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Garage Construction Prices
A garage can be a glorified carport or a lighted, heated extension of the home. Before breaking ground on a new garage, read this buying guide from Cost Owl to learn what factors most affect cost.
Garage Addition Considerations
Having a plan for your new garage will help you stick to a budget. The first question to ask yourself is: What will the garage be used for? If vehicle storage is your primary concern, a simple one or two car garage without windows, built-in storage space, an automatic opener, and other amenities should suffice. A mixed-use garage, however, which might have a work area, attic space, finished walls, trimmed windows and doors, task lighting, or even an apartment will require more space and more amenities. As you plan and budget for your garage, keep the following cost factors in mind:
- Attached vs. Detached: All other things being equal, an attached garage is cheaper to construct than a detached garage because it utilizes one of the existing house walls, thus cutting down on labor and material costs. Detached garage construction, on the other hand, must begin entirely from scratch. But if your garage plans include a workshop, living space, music studio, or expansive storage area, a detached garage provides more design flexibility.
- Dimensions: A single car garage should be no smaller than 12’ x 20’, while a double car garage should be at least 20’ x 20’ and a three car garage a minimum of 32’ x 24’. These dimensions are for vehicle storage only; additional living, working, or storage space will require more room.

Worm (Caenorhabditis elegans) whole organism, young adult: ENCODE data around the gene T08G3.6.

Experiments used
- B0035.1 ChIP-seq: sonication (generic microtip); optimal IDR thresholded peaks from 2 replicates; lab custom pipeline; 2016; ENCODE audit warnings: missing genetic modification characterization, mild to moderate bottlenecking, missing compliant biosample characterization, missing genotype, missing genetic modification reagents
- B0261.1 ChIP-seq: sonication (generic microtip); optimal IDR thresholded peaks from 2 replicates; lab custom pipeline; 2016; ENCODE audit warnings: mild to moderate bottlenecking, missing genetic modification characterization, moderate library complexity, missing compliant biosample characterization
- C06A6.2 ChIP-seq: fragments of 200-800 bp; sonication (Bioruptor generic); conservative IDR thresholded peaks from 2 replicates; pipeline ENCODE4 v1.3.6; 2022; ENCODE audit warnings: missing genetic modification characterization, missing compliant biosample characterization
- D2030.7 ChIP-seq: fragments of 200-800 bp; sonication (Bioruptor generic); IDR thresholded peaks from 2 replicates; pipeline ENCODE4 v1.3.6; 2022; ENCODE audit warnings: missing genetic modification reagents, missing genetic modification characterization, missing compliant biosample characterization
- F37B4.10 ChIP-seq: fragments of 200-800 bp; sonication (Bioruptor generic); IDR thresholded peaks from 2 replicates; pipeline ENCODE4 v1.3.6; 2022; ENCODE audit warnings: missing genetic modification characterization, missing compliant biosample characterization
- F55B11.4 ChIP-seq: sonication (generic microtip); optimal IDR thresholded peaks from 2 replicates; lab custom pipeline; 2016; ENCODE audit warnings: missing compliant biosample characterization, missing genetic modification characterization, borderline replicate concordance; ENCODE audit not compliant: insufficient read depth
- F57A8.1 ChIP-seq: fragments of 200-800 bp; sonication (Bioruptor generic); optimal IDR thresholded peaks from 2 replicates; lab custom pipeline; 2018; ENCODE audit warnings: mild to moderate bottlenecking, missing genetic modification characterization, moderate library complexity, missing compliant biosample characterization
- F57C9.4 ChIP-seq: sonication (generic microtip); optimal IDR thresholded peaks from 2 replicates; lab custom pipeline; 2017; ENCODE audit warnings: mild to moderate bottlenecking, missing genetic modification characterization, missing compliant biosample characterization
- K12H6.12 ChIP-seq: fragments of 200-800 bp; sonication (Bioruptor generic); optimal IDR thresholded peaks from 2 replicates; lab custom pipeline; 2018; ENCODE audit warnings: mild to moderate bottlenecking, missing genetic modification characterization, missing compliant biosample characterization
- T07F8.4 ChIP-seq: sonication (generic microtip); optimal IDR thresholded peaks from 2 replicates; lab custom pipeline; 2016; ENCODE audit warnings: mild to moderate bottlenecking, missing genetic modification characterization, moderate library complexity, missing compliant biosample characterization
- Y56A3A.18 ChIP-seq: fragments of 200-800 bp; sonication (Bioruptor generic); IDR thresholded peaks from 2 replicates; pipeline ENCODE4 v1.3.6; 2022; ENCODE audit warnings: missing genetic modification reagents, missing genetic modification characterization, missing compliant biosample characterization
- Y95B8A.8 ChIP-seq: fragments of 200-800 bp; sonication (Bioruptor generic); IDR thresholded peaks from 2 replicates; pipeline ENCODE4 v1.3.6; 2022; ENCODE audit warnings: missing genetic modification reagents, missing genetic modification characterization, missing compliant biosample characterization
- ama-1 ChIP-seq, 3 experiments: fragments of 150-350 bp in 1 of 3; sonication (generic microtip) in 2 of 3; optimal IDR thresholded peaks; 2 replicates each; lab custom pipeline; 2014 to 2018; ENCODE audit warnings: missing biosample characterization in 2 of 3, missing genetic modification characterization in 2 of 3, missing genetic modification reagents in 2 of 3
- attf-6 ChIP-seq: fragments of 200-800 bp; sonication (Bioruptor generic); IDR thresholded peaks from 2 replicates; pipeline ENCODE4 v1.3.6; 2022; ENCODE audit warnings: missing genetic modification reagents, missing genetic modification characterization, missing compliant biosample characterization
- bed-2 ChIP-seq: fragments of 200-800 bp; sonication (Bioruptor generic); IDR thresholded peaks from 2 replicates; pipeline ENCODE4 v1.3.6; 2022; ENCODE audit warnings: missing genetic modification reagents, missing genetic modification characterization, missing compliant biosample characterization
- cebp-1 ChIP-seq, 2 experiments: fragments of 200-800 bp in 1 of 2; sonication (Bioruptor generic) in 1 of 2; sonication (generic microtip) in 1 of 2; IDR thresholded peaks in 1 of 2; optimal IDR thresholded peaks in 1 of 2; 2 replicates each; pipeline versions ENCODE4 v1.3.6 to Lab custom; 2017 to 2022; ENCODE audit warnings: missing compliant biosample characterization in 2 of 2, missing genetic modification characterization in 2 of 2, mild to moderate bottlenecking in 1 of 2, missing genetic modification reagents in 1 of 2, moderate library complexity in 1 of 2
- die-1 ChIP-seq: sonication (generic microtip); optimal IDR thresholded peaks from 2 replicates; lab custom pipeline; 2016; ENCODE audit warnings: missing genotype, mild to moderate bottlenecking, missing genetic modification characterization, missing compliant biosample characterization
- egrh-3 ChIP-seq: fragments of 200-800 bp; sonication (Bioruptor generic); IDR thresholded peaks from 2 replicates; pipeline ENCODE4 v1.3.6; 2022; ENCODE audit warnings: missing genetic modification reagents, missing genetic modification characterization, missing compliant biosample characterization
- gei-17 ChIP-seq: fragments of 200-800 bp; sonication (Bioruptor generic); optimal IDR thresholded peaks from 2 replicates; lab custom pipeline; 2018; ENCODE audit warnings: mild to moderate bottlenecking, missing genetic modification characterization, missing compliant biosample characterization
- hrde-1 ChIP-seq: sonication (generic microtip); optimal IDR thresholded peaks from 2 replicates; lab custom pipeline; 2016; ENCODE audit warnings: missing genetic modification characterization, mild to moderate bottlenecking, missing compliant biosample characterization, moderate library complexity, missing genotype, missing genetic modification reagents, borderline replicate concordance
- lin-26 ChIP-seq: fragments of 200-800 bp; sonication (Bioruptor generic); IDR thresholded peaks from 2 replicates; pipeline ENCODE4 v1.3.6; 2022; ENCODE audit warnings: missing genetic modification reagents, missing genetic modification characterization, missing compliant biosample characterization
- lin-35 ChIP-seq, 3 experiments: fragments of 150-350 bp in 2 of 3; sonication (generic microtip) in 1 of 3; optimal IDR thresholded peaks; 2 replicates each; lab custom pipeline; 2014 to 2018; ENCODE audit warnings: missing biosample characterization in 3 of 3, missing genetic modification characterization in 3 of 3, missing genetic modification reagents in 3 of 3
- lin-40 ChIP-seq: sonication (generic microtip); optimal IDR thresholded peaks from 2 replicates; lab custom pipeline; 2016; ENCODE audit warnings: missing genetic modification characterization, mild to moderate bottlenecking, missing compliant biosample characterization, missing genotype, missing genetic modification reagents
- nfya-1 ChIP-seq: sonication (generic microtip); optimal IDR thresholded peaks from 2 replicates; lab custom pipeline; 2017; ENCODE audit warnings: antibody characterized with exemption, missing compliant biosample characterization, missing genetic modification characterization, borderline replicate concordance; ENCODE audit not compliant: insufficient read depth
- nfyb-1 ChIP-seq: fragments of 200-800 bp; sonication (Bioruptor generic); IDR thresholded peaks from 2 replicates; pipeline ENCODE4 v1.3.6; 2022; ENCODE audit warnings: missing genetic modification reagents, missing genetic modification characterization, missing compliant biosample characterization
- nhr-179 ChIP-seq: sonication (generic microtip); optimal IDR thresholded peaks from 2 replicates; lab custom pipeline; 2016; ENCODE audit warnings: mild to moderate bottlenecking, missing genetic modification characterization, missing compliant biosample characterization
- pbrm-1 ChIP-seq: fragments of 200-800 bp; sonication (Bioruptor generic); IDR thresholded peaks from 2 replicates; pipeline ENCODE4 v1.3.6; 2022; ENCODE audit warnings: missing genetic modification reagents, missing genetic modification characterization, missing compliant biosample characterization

- Materials: Both the amount and quality of materials have a huge bearing on garage cost. There will, of course, be a minimum supply of nails, concrete, and lumber needed to complete the job. Anything beyond the merely functional, though, will cause costs to increase. This includes not only add-ons such as windows and doors, moisture resistant drywall, custom floor finish, paint, insulation, extensive lighting, and a wooden garage door, but also higher quality materials in general.
- Plans and Permits: You’ll most likely need to acquire a building permit from your municipality before garage construction can begin. You may also consider an architectural/construction consultation if you’re uncertain of the best design for the new structure. Garage plans can also be purchased online through a number of outlets.
New Garage Costs
- According to HomeAdvisor.com, a new garage costs between $9,000 and $45,000, with an average cost of roughly $20,000 to $30,000.
- Per square foot (psf), expect garage prices to begin at $30 to $50 psf for basic materials. Using higher end materials could increase costs by 15 to 25 percent ($35 to $65 psf).
- Remodeling Magazine’s 2011-2012 Cost vs. Value Report puts the cost of a midrange garage addition (a detached, 26’ x 26’ two-car unit with asphalt shingle roofing, 5 double-hung windows, door w/ automatic opener, and more) at $50,000 to $60,000.
- A garage of the same size, according to Remodeling, with upscale amenities such as a premium drywall and flooring, built-in storage and work surfaces, door and window trim, and more costs $80,000 to $90,000.
- Do-it-yourself garage addition is significantly cheaper than contracting out the entire project, with basic DIY materials costing $15 to $25 psf.
- Prefabricated garage kits costs $3,000 to $12,000 or more. Keep in mind that you’ll probably still have to pour a concrete slab when using a kit.
- A building permit typically costs $200 to $400.
- A one-time design consultation might cost $250 to $500.